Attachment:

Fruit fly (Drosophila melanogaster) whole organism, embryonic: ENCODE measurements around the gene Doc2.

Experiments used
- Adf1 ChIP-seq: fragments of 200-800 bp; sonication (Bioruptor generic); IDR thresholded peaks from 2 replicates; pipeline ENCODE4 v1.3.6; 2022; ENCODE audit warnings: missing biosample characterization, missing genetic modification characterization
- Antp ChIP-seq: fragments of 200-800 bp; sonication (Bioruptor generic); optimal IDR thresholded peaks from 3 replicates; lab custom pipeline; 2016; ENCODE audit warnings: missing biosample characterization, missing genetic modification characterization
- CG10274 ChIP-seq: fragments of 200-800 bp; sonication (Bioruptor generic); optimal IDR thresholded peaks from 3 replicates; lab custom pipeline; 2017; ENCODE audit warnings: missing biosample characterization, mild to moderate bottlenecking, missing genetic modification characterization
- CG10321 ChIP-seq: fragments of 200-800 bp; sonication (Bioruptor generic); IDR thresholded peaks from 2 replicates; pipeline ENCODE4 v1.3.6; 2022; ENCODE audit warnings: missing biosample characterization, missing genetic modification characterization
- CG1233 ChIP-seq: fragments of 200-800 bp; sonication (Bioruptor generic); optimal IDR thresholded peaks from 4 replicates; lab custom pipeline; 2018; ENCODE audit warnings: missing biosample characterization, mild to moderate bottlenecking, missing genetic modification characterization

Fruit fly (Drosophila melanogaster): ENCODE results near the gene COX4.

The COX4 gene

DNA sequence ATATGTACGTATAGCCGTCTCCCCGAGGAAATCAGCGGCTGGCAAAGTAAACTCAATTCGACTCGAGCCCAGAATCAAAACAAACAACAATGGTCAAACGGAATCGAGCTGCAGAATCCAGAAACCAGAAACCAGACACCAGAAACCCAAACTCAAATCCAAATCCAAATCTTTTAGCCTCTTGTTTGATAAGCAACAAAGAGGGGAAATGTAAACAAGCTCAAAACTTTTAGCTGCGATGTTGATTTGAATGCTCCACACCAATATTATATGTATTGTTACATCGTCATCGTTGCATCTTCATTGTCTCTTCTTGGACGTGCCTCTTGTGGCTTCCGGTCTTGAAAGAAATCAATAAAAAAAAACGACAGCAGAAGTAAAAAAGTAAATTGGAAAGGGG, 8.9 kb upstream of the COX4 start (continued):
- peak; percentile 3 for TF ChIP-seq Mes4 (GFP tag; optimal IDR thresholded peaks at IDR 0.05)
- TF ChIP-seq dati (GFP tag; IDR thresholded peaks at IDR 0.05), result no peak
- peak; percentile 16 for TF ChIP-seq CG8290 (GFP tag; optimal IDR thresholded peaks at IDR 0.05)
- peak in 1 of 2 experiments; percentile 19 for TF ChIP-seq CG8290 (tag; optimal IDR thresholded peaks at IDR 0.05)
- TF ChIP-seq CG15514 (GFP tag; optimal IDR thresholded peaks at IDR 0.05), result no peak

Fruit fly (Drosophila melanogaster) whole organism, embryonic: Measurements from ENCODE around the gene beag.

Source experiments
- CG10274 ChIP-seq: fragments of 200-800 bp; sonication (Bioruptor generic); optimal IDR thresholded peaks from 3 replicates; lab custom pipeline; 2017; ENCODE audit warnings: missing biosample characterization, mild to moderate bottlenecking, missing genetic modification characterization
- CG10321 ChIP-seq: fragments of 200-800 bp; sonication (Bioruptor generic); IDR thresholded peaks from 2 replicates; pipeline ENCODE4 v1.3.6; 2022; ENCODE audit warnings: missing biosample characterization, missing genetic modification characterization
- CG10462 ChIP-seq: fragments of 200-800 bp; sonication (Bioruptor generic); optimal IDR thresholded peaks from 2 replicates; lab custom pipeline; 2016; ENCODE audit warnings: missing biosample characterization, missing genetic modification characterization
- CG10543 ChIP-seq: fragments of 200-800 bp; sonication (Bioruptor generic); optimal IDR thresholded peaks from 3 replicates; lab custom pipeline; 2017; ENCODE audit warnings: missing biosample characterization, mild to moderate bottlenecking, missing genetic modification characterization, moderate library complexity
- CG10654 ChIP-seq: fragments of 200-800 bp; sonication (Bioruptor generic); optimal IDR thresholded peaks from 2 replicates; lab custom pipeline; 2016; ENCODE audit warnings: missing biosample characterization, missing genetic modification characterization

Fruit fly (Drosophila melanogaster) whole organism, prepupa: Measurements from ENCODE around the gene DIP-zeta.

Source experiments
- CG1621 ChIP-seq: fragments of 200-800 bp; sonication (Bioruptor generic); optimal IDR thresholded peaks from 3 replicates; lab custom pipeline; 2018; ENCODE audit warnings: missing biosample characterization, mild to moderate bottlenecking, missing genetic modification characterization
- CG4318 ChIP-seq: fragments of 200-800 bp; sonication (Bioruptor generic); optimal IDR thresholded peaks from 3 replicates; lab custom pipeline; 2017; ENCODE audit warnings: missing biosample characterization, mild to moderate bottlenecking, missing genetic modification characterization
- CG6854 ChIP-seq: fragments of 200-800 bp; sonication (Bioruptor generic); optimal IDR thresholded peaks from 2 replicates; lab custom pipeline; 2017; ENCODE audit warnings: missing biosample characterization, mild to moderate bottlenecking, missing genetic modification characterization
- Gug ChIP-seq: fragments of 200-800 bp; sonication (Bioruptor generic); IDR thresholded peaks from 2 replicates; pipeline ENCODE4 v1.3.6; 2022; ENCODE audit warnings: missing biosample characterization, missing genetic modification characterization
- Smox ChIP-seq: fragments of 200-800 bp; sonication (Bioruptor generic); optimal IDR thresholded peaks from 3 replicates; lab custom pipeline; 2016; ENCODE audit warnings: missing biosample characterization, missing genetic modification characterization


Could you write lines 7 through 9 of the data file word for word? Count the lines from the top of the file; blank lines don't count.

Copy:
- CG1233 ChIP-seq: fragments of 200-800 bp; sonication (Bioruptor generic); optimal IDR thresholded peaks from 4 replicates; lab custom pipeline; 2018; ENCODE audit warnings: missing biosample characterization, mild to moderate bottlenecking, missing genetic modification characterization

Fruit fly (Drosophila melanogaster): ENCODE results near the gene COX4.

The COX4 gene